Students for Peace and Justice in Palestine (SPJP) is organizing a boycott against the hummus company Sabra, whose products are sold in both snack bars on campus. The Strauss Group, partial owner of Sabra and Israel’s second largest food and beverage company, is an active supporter of the Golani Brigade, a section of the Israeli Defense Forces (IDF) known for its “atrocious” human rights record, according to SPJP member Danny Hirschel-Burns ’14. It was responsible for Operation Cast Lead, a three week bombing and invasion of the Gaza Strip in 2008, and is currently playing an active role in the Israeli occupation of the West Bank.
“SPJP is a humanitarian group and we see the occupation as a violation of human rights and even more obviously a violation of international law,” Hirschel-Burns said. “At least symbolically, for Swarthmore to follow its commitment to social justice, it cannot support companies that support things like the occupation of Palestinian territories.”
Sabra’s website explicitly stated that the Strauss Group has a special relationship with the Golani Brigade. While the statement was taken down, it was never retracted. Although it talked explicitly about presenting the soldiers with care packages and funding other welfare programs, there is no proof that they do not finance their military training or supply the brigade with weapons. Still, SPJP maintains that regardless of the type of aid the group is providing, Sabra’s indirect support of the Golani Brigade specifically — a group responsible for the violations SPJP stands against most fervently — is enough to boycott Sabra’s products.
“The ideological support is enough for us to believe that buying Sabra products is morally wrong … Their money is an endorsement of what they do,” Hirschel-Burns said.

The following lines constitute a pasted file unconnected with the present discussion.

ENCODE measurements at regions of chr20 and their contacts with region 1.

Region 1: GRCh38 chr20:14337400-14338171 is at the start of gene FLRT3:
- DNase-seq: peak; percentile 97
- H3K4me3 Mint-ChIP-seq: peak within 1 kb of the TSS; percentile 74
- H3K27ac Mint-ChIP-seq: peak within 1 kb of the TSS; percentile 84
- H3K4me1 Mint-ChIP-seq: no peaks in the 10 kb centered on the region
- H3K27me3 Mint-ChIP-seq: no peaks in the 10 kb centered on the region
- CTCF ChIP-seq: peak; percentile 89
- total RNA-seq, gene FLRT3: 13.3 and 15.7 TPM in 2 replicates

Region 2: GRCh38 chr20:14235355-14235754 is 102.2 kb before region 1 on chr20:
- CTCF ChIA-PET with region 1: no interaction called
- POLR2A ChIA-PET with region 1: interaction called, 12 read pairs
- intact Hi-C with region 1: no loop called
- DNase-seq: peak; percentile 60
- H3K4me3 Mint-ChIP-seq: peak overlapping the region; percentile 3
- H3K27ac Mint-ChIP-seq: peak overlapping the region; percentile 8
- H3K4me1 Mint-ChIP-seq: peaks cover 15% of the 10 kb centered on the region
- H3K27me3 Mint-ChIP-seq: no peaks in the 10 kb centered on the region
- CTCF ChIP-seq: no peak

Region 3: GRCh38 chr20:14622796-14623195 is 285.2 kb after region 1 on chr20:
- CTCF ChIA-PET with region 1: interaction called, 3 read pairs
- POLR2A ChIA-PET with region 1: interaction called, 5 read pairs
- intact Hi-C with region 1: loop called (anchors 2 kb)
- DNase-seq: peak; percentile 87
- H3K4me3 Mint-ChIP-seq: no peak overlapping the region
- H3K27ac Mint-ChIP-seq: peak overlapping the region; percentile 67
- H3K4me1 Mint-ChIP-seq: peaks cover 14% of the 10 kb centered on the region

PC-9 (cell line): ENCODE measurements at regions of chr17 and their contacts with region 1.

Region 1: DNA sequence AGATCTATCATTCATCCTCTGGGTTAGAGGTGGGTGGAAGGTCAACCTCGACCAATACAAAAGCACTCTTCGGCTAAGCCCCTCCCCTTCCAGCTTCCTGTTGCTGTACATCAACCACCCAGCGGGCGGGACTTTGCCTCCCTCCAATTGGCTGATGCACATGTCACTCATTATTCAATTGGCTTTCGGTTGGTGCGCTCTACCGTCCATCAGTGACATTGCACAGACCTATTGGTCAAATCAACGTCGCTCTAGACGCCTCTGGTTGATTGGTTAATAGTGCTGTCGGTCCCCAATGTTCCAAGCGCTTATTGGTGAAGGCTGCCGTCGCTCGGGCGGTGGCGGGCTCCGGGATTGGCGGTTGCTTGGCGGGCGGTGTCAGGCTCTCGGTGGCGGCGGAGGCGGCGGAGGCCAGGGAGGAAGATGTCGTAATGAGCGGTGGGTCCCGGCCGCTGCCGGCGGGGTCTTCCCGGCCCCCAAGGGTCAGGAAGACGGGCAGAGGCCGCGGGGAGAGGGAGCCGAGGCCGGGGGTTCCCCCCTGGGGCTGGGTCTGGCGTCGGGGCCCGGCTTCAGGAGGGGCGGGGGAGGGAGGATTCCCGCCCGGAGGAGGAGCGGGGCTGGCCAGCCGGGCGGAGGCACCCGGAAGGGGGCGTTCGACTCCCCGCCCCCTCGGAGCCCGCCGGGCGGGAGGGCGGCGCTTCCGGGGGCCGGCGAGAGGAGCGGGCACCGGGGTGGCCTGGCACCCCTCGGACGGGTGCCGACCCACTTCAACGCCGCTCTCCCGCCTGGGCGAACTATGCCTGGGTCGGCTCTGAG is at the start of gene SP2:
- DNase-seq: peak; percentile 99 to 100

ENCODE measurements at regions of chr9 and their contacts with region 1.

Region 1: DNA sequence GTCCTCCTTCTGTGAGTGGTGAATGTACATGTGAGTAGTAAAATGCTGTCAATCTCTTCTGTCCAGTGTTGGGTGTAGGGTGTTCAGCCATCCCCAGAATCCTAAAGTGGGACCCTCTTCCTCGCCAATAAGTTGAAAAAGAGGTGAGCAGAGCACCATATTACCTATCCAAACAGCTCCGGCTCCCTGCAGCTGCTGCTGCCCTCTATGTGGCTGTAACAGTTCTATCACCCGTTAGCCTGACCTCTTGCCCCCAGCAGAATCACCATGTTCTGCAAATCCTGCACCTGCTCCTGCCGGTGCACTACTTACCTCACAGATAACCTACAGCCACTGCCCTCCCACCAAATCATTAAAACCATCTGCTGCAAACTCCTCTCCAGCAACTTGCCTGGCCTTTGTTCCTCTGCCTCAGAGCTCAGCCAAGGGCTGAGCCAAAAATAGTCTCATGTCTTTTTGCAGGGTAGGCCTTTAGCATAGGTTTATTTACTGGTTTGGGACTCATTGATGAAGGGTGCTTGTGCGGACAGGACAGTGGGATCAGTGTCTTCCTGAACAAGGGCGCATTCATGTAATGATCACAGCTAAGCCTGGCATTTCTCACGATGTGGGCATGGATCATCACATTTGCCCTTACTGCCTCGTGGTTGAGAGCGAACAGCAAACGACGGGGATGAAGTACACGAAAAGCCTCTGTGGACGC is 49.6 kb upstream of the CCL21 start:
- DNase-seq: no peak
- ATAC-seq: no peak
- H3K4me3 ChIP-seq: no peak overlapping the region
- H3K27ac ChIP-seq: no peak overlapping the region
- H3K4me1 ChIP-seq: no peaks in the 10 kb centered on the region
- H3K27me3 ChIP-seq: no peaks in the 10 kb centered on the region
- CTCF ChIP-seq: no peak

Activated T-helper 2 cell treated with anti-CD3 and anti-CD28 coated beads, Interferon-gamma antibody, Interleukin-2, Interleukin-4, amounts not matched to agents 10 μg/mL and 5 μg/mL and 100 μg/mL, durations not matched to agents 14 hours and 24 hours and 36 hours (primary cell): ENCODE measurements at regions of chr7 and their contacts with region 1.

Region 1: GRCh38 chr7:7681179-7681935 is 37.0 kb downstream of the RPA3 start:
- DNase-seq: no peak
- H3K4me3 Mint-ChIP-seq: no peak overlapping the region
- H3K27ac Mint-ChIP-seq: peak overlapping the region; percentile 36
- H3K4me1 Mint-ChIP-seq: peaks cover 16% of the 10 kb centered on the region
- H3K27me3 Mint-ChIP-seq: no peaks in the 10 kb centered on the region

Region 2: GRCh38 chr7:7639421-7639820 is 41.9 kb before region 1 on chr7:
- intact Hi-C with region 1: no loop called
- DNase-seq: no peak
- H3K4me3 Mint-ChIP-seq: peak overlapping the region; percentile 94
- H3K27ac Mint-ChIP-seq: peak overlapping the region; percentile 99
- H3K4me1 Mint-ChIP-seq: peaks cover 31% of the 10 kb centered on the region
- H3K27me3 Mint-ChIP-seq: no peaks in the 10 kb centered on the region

The student group met with Vice President of Facilities and Services Stu Hain to discuss the boycott and, according to SPJP president Ahmad Ammous, were told that the ban of Sabra products could not even be considered a feasible option unless enough students expressed interest in standing against the company.
“We value and support our students’ right to boycott a product in order to bring attention to an issue. The most important consideration, however, is what kind of constructive dialogue becomes possible once an issue is brought to light,” Hain said in an e-mail. “We are most successful as an engaged, civil community, where students, faculty and staff can participate and discuss all aspects of an issue in a well informed, civil way.”
Hirschel-Burns, along with Sara Dwider ’13, also an SPJP member, wrote an op-ed in the Daily Gazette outlining their mission and goals that received extensive commentary and criticism on part of the student body. It even elicited a response in the form of another op-ed, which received just as many comments. This has been seen as the beginning of a “constructive dialogue” to be had on the matter, according to Hain.
“I’m really glad it was written,” Hirschel-Burns said. “One thing we’re really committed to is having constructive dialogue and figuring out what everybody is arguing for … I think it was productive.”
Although SPJP’s intended boycott is not affiliated with any other group or protest, it is somewhat modeled after the Boycott, Divestment and Sanctions (BDS) international movement, which supports the Palestinian cause because of Israel’s lack of compliance with international law, and whose list of targets include Sabra.
“The point of our boycott is to inspire other campuses around the country, or even around the world, to do the same thing because although boycotting Sabra at our coffee bars won’t have a huge economic impact, it will make a moral statement, showing that as a community we will not tolerate human rights violations,” Hirschel-Burns said.
Ammous agrees. “We’re trying to spread the message to the campus that we are all playing a part in the occupation and that there’s something that we can do about it,” he said.
The boycott does not stand against Israel. Instead, it is intended to stand against the occupation, which can be objectively seen as an impediment to peace.
In order to continue the conversation, SPJP plans to hold a panel for students and staff to discuss the issue and will also be hosting a “hummus parlor party” to teach students how to make their own hummus early next week.
The group will also be starting a petition to show the administration that Swarthmore students are against the occupation and willing to give up their Sabra hummus and pretzels for the cause.